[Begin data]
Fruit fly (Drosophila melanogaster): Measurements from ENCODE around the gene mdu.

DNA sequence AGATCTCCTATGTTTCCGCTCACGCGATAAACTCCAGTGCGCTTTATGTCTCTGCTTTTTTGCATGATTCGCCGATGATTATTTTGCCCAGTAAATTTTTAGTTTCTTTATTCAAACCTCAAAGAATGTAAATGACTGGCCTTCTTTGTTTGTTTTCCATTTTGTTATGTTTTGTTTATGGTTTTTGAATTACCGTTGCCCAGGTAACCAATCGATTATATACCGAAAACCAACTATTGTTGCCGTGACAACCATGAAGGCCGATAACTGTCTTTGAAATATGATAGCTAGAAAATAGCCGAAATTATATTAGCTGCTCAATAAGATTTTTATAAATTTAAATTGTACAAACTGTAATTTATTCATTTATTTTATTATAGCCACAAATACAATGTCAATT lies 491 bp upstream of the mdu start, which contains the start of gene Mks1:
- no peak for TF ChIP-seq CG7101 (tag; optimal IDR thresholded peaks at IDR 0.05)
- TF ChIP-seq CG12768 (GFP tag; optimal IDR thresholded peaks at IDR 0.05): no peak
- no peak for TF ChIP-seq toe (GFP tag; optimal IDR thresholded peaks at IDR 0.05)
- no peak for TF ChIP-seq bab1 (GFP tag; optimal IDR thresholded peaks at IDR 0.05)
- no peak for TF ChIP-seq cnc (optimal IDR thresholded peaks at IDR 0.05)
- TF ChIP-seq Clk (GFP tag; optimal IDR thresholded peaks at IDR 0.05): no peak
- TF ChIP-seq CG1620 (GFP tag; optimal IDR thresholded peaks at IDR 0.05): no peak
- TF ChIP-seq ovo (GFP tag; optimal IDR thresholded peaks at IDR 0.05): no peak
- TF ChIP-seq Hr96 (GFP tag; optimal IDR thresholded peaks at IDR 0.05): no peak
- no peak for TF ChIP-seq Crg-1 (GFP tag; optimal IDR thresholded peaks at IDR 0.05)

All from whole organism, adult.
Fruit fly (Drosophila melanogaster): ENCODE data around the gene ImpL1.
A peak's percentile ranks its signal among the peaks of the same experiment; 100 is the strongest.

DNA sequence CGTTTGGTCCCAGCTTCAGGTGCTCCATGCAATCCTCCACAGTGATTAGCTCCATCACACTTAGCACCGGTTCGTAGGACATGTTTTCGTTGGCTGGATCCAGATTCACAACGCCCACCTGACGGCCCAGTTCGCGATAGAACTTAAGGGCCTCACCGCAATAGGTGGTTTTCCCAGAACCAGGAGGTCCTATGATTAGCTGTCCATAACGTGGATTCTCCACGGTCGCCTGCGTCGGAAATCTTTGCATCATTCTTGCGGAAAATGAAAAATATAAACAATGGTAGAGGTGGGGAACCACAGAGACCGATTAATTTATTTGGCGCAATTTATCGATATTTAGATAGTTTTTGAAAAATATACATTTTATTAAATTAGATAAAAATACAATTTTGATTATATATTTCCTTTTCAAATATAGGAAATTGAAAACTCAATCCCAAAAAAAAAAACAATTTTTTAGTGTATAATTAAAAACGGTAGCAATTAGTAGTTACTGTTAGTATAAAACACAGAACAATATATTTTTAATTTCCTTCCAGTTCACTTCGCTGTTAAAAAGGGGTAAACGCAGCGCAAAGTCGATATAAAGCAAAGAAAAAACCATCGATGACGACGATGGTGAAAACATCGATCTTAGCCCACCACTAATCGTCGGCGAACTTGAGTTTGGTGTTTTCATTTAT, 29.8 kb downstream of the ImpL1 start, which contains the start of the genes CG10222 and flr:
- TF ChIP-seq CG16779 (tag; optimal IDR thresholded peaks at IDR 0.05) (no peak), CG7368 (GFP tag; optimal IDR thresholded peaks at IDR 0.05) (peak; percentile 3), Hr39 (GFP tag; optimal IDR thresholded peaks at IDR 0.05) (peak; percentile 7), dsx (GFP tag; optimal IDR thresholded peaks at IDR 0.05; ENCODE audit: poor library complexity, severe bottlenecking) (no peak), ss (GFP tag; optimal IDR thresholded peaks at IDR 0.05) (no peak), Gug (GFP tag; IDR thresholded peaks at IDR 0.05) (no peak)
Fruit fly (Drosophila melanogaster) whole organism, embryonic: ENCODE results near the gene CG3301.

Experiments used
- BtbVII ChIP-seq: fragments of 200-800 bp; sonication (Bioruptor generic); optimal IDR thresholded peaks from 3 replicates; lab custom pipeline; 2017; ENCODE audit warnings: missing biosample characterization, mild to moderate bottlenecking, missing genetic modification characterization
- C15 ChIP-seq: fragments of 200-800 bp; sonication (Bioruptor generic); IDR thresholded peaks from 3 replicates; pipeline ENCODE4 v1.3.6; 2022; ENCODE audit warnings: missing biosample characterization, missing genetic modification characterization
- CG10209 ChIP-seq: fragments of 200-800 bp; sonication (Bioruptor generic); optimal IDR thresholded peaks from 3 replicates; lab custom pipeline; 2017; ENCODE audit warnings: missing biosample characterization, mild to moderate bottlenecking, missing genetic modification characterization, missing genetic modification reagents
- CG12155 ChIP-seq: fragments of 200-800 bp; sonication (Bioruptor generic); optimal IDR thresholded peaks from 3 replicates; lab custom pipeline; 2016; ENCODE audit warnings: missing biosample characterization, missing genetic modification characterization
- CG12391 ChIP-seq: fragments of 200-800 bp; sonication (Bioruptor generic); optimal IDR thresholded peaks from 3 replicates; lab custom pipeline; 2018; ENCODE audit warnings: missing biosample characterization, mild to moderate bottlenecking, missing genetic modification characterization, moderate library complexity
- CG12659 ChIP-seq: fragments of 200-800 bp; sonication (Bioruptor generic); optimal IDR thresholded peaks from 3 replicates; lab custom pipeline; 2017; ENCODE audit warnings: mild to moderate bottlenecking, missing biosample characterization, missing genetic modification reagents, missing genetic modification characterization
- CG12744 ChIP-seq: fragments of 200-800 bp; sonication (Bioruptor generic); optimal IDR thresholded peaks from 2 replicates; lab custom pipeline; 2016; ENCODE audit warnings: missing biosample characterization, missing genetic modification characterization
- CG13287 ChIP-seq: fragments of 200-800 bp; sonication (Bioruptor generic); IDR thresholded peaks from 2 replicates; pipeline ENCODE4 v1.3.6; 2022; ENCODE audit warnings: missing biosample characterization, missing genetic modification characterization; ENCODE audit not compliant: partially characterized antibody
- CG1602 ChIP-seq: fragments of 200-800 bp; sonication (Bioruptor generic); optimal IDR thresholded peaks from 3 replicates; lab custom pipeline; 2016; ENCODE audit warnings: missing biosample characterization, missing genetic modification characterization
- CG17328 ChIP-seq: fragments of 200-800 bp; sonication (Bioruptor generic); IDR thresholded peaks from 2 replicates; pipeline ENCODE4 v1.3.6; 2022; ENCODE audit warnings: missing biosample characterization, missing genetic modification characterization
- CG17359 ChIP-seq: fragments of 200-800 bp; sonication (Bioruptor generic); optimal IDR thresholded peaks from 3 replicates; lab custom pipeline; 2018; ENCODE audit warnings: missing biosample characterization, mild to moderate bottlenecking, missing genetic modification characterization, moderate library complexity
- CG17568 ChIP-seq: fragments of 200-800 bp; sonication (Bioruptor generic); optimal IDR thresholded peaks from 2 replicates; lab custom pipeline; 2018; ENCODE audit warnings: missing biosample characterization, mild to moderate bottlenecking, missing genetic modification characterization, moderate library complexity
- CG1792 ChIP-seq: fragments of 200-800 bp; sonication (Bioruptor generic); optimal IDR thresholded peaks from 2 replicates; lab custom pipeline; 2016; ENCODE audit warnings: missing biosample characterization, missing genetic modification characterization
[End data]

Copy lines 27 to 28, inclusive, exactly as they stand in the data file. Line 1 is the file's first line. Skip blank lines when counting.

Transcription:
- CG13287 ChIP-seq: fragments of 200-800 bp; sonication (Bioruptor generic); IDR thresholded peaks from 2 replicates; pipeline ENCODE4 v1.3.6; 2022; ENCODE audit warnings: missing biosample characterization, missing genetic modification characterization; ENCODE audit not compliant: partially characterized antibody
- CG1602 ChIP-seq: fragments of 200-800 bp; sonication (Bioruptor generic); optimal IDR thresholded peaks from 3 replicates; lab custom pipeline; 2016; ENCODE audit warnings: missing biosample characterization, missing genetic modification characterization